May 16, 2006, 07:10:05 PM
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Didn't the Hoffman brother's compose the earlier albums? I have no idea, but they strike me as more plausible authors.

I suggest fans here listen to Deathspell Omega's split with Mutiilation for pretentious vs. honest music presented in one recording. It's about 3 tracks, if I remember correctly and you can easily obtain it from the kvlter-than-thine-filelist Black Metal hubs on DC++.



About Benton, I meant lyrically.

I personally find DC++ repugnant, and the ultimate example of quantity over quality.

Re: Deathspell Omega
May 17, 2006, 05:40:56 AM
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I personally find DC++ repugnant, and the ultimate example of quantity over quality.


And we are glad not to have you there.  ;)

Re: Deathspell Omega
May 17, 2006, 05:47:56 AM
It always gets me how mediocrity can spawn so much more discussion than genius; lets change this discussion to one about Naked Lunch.

SRP raves about it and uses it to fuel his immoral non-sequiters. which is fine with me.

But I wasn't caught in its world at all. I enjoyed it at the time of reading (some years ago), but subsequently I've condemned it as another case of the impossibility of making art in modernity, and the result of the quest birthed by desire for novelty: extremity for its own sake much like de Sade and B E Ellis. Is the iconoclasm worthwhile? (perhaps not a great question on a metal board.)
Is it more than juvenile excess? Is shock the only form our confrontation can take?

Am I a boring idiot?

Re: Deathspell Omega
July 18, 2008, 08:15:24 AM
A different take on Kenose...

With this  EP  Deathspell Omega have advanced compositional technique in metal to include progressive tendencies, 
which are so intricate as to be reminiscent of a symphonic layout, however this band do away with the excesses of 
that form, staying well within the confines of metaphysical contemplation, evidenced here by the ability to create 
music which is held together in the most precarious way, through vastly distributed and interlocking themes. This 
EP is the work of a band who place no inherent limitations upon themselves, and as such it appears that this 
EP is merely a stepping stone on their way to further greatness.

 Clearly lovers of atmosphere,  Deathspell Omega use dissonant, and often  arpeggiated chord formations to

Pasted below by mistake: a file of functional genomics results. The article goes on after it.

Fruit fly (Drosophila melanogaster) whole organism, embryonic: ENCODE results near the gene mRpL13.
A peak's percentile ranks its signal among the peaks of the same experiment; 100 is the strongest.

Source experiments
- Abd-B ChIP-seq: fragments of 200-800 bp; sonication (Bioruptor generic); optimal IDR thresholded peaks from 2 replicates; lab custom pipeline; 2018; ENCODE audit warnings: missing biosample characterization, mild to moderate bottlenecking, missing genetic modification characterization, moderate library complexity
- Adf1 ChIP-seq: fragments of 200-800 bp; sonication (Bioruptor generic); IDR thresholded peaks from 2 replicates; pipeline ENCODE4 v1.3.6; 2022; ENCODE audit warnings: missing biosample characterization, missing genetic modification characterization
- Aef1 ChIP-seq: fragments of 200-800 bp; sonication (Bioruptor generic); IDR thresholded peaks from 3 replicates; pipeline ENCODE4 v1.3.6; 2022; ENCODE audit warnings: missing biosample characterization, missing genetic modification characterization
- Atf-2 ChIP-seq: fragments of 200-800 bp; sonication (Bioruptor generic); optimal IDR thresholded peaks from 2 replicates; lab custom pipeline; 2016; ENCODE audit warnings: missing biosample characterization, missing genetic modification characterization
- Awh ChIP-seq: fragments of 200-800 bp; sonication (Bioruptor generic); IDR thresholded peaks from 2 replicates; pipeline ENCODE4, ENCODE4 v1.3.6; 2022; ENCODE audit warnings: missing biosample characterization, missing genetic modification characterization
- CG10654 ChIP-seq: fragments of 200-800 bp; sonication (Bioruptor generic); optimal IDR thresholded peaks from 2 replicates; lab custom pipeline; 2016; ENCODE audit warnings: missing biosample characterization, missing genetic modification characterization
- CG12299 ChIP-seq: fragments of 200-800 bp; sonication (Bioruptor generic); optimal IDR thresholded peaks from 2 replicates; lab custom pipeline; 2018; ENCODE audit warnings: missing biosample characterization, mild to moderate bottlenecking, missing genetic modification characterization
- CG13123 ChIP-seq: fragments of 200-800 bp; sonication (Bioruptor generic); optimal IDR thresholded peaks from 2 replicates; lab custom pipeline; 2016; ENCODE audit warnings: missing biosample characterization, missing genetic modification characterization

create their riff patterns, accompanied by battering percussion which often strays away from the main melodic 
features to create its own rhythmic ideas which then link back into the composition. The riffs are at first appear 
to be structured in logical pairs, which build create internal tension only to severely jar the listener when the 
next section enters. In these transitions the drums come into their own, being the only immediate link between the 
two riff pairs. As the songs build in complexity the sections are juxtaposed against  eachother, creating obvious 
dualities, which then either explode into blasting sections of ferocious intensity, or collapse in on themselves 
and give way to luscious but dissonant arpeggios, preparing the way for the next assault on the listener.

 It may not be fair to call these pieces songs, as this is clearly written as a single, if very extended, 
work. The juxtaposition of sections means that one is often given the impression that two separate songs are being 
played, although the appearance of duality is always resolved in cataclysmic collisions. It is like watching two 
strands being wrapped around one another, until they no longer appear as two, but are reduced to a single strand. 
Consequently, different point in the composition have to logically relate to previous and future points,  Deathspell Omega,
rather than merely repeating riffs, use many variations which rely heavily on rhythmic similarity. Just as how points in
two different cycles are analogous, so is every point in this work analogous to countless other points. This is the most
ingenious feature of  Kenose, it is structured according to a complex set of interrelating points, warping the listeners
conception of time into a swirling chaotic void in which all dualities are destroyed in the fire of One. After this has
gone on for some time, repetition is used which great selectivity, but they are forced against riffs from the opposing
cycle, and so the final collision is achieved.

 Leaving the listener with a sense of wonder at the depths and terror of the cosmos and existence beyond, 
Deathspell Omega have created a lasting icon in the world of metal music, it is with great joy that this reviewer 
comes upon works which still push metal towards greater metaphysical heights (depths?), and this work certainly 
does that.  Deathspell Omega are a band worth taking notice of, not because of their merely aesthetic achievements, 
but because they, along with bands like Averse  Sefira, show the way of the future for metal, if it is to survive as  a viable  artform.